Tech wrap: New RIM CEO says no drastic change needed
RIM’s new CEO Thorsten Heins, who joined RIM in 2007 and previously served as a chief operating officer, said during a conference call that he would hone the current strategy rather than abandon it. “I don’t think that there is some drastic change needed. We are evolving … but this is not a seismic change,” Heins said. RIM’s U.S.-traded shares tumbled as investors wondered whether Heins could reverse the BlackBerry maker’s decline, closing the day down 8.5 percent.
The founder of file-sharing website Megaupload was ordered to be held in custody by a New Zealand court, as he denied charges of Internet piracy and money laundering and said authorities were trying to portray the blackest picture of him. U.S. authorities want to extradite Kim Dotcom, a German national also known as Kim Schmitz, on charges he masterminded a scheme that made more than $175 million in a few short years by copying and distributing music, movies and other copyrighted content without authorization. Megaupload’s lawyer has said the company simply offered online storage.
The Supreme Court ruled that police cannot put a GPS device on a suspect’s car to track his movements without a warrant. The high court ruled that placement of a device on a vehicle and using it to monitor the vehicle’s movements was covered by U.S. constitutional protections against unreasonable searches and seizures of evidence. “A majority of the court acknowledged that advancing technology, like cellphone tracking, gives the government unprecedented ability to collect, store, and analyze an enormous amount of information about our private lives,” Steven Shapiro of the American Civil Liberties Union said.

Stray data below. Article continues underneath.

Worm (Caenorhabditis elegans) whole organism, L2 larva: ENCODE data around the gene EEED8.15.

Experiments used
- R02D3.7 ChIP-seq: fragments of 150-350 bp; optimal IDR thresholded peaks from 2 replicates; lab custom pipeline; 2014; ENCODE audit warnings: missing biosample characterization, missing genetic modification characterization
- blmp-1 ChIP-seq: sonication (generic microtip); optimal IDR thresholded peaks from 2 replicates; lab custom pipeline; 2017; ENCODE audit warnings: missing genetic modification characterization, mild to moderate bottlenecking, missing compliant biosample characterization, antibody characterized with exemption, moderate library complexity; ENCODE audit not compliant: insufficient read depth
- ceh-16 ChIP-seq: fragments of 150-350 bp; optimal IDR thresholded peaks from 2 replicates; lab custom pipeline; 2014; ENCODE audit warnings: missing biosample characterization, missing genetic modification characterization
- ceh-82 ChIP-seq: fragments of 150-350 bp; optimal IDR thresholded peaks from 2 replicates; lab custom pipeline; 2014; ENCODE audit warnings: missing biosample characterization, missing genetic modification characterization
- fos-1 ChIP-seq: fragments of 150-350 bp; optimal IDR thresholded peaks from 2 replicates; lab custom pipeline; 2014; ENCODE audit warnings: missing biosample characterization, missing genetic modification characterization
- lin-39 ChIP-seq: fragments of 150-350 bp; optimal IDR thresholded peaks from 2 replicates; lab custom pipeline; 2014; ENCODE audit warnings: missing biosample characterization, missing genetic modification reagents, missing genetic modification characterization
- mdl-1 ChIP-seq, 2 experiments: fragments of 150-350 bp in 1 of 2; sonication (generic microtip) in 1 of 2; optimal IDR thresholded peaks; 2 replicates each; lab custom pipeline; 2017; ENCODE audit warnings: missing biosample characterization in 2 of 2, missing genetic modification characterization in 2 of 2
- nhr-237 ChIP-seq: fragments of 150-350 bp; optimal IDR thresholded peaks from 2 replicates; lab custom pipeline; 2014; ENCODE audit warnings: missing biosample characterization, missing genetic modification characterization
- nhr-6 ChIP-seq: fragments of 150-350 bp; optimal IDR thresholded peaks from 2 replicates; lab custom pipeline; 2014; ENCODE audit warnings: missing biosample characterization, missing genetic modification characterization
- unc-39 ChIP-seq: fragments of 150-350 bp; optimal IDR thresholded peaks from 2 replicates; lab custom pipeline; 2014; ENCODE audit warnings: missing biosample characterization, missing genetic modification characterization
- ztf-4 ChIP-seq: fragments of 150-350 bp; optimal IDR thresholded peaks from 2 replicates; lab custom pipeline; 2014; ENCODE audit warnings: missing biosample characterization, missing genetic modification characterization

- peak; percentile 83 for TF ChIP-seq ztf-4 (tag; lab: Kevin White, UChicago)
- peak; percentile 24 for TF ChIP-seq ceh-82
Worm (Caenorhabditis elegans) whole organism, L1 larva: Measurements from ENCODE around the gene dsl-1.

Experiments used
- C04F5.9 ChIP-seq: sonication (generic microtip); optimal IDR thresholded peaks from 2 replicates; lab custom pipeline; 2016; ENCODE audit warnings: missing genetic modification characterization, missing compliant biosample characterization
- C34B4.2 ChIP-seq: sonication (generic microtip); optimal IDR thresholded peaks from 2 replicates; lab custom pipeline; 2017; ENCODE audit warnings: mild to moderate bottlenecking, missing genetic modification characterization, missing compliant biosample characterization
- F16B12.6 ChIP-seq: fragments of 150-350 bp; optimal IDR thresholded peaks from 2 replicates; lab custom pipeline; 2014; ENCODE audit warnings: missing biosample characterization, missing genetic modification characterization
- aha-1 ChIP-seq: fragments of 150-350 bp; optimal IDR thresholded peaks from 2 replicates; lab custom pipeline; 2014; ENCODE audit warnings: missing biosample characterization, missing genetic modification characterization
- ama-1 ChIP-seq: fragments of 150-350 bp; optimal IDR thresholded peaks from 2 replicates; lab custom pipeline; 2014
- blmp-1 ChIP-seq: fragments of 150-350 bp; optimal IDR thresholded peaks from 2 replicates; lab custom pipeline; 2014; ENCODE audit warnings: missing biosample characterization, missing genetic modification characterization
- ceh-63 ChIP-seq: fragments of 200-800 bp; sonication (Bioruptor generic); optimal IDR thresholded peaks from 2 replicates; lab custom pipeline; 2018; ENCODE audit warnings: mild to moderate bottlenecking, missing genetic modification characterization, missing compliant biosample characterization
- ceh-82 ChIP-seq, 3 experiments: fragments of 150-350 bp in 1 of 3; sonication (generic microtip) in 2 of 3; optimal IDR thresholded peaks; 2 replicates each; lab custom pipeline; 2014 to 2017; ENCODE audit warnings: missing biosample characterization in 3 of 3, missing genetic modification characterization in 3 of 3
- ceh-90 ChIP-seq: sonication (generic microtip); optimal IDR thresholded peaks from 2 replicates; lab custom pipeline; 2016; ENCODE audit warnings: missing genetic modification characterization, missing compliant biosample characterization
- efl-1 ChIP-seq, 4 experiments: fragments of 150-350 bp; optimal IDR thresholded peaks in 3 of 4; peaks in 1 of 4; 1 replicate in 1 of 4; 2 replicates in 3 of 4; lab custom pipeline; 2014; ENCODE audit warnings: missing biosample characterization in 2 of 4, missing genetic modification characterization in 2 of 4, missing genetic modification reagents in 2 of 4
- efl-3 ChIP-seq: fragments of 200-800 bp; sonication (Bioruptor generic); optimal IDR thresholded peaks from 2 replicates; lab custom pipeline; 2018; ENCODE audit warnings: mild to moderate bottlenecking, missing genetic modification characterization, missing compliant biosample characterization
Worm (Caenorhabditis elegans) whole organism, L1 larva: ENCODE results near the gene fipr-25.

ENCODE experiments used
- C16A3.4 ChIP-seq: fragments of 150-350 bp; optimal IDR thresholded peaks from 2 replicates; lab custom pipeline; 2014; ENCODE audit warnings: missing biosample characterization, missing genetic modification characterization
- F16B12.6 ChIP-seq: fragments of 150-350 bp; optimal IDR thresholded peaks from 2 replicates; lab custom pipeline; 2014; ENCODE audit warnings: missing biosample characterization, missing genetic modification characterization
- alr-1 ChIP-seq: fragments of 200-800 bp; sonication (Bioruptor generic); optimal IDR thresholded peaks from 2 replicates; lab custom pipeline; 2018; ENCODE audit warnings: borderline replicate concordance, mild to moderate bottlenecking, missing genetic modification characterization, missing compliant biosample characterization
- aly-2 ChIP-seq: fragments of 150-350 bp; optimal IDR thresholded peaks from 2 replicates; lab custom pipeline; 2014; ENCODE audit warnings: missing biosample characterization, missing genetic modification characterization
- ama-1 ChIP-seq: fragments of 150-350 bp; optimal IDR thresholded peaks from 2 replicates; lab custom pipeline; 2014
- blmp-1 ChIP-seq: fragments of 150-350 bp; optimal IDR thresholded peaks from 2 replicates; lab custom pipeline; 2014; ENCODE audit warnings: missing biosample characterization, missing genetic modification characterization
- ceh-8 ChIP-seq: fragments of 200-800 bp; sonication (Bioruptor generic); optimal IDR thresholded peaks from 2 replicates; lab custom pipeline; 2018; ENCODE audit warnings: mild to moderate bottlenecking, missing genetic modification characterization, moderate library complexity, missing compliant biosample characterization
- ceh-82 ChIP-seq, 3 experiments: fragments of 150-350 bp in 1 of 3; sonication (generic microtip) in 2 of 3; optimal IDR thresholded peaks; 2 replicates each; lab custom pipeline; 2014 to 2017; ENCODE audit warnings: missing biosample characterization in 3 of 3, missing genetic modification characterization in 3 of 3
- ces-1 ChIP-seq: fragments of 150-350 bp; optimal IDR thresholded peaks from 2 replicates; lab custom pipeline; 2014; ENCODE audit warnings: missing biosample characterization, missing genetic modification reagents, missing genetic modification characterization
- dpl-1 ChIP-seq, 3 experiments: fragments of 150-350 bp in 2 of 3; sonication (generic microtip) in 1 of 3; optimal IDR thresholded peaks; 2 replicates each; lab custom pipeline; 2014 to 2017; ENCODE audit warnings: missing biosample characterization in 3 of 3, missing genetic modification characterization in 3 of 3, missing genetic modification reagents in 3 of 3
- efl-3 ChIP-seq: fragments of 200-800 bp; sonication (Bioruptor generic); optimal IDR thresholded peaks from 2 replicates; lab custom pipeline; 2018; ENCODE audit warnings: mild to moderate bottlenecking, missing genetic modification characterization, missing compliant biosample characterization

YouTube is streaming 4 billion online videos every day, a 25 percent increase in the past eight months, according to the company. Roughly 60 hours of video is now uploaded to YouTube every minute, compared with the 48 hours of video uploaded per minute in May, Google said. The jump in video views comes as Google pushes YouTube beyond the personal computer, with versions of the site that work on smartphones and televisions, and as the company steps up efforts to offer more professional-grade content on the site.
The number of Americans owning a tablet computer or e-reader nearly doubled over the holiday period as Kindles, Nooks and iPads proved to be popular gifts, a new study found. In early January, 19 percent of Americans surveyed by Pew owned an e-reader, up from 10 percent in December, with identical results for tablets, according to a report released by the Pew Internet and American Life Project.